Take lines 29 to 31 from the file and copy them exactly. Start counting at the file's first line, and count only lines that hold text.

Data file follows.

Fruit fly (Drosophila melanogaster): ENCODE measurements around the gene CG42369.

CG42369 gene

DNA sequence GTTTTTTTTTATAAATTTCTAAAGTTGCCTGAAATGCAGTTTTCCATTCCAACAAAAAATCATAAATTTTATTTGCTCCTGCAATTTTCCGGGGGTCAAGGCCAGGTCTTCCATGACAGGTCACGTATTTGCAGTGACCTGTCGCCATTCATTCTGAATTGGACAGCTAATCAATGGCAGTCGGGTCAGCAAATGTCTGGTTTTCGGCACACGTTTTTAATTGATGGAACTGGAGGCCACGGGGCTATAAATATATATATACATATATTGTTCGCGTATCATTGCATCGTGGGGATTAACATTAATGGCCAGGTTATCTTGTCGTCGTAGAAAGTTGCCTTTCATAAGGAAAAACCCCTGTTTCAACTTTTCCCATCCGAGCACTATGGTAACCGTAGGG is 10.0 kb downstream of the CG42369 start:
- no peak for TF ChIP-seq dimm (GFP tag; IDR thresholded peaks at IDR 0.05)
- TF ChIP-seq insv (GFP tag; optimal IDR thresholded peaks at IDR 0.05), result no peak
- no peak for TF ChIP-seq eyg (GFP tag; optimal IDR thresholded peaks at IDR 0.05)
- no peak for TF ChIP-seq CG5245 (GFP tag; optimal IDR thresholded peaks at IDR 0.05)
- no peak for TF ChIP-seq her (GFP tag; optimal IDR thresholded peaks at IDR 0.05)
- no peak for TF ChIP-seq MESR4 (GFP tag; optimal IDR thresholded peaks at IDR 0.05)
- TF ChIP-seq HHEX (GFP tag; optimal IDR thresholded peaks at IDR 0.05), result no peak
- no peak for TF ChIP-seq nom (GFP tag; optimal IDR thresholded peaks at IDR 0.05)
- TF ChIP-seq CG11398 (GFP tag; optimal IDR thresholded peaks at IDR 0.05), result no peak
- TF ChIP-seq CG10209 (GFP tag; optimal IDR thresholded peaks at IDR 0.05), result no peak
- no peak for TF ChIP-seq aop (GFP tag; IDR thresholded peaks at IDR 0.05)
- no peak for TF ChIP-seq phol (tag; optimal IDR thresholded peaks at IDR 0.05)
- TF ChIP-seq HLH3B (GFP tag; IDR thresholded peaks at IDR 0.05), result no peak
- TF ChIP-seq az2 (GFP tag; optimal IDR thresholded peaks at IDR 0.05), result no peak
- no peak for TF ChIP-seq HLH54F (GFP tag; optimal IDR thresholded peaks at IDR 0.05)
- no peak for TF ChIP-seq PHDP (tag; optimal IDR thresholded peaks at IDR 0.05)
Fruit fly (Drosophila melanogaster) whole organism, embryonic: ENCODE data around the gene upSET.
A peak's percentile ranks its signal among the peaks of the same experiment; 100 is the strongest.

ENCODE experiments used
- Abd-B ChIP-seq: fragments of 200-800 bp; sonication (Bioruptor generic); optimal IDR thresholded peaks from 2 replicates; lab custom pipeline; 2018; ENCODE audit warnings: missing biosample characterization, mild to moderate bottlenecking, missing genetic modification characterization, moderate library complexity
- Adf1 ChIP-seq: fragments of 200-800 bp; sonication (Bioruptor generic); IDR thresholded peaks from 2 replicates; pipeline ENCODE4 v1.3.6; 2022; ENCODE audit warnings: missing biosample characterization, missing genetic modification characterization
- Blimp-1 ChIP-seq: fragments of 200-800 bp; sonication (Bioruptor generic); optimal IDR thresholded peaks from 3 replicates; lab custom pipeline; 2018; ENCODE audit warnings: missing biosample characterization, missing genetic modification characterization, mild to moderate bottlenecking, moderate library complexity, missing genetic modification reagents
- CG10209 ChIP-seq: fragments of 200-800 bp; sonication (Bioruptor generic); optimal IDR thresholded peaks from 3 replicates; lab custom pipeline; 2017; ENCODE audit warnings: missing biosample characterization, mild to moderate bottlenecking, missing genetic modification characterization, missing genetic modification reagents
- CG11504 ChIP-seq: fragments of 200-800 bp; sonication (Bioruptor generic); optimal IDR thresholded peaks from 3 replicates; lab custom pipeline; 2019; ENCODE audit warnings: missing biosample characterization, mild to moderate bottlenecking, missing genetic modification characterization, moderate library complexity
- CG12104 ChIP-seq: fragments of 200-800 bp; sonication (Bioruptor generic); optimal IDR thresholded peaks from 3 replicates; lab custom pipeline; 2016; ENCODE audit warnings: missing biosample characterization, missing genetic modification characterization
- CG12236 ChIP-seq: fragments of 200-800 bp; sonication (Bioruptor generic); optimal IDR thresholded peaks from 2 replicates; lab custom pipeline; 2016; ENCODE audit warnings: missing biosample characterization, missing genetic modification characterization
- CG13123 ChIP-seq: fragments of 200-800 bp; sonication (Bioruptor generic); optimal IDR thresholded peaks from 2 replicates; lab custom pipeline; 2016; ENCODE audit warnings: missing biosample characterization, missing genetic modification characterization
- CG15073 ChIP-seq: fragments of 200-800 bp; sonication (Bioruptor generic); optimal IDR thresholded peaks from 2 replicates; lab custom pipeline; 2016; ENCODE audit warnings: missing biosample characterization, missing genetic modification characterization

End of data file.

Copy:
- CG12236 ChIP-seq: fragments of 200-800 bp; sonication (Bioruptor generic); optimal IDR thresholded peaks from 2 replicates; lab custom pipeline; 2016; ENCODE audit warnings: missing biosample characterization, missing genetic modification characterization
- CG13123 ChIP-seq: fragments of 200-800 bp; sonication (Bioruptor generic); optimal IDR thresholded peaks from 2 replicates; lab custom pipeline; 2016; ENCODE audit warnings: missing biosample characterization, missing genetic modification characterization
- CG15073 ChIP-seq: fragments of 200-800 bp; sonication (Bioruptor generic); optimal IDR thresholded peaks from 2 replicates; lab custom pipeline; 2016; ENCODE audit warnings: missing biosample characterization, missing genetic modification characterization